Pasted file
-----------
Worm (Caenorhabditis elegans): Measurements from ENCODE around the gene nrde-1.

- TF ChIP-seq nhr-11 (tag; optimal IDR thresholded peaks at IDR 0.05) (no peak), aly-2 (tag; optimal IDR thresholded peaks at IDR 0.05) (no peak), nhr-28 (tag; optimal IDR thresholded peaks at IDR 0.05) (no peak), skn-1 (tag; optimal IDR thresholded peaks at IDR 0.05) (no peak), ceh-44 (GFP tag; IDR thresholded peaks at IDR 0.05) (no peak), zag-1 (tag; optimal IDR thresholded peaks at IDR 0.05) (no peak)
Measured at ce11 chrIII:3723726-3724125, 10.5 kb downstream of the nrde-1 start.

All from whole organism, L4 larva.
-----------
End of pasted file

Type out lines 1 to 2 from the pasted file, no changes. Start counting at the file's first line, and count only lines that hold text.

Worm (Caenorhabditis elegans): Measurements from ENCODE around the gene nrde-1.

- TF ChIP-seq nhr-11 (tag; optimal IDR thresholded peaks at IDR 0.05) (no peak), aly-2 (tag; optimal IDR thresholded peaks at IDR 0.05) (no peak), nhr-28 (tag; optimal IDR thresholded peaks at IDR 0.05) (no peak), skn-1 (tag; optimal IDR thresholded peaks at IDR 0.05) (no peak), ceh-44 (GFP tag; IDR thresholded peaks at IDR 0.05) (no peak), zag-1 (tag; optimal IDR thresholded peaks at IDR 0.05) (no peak)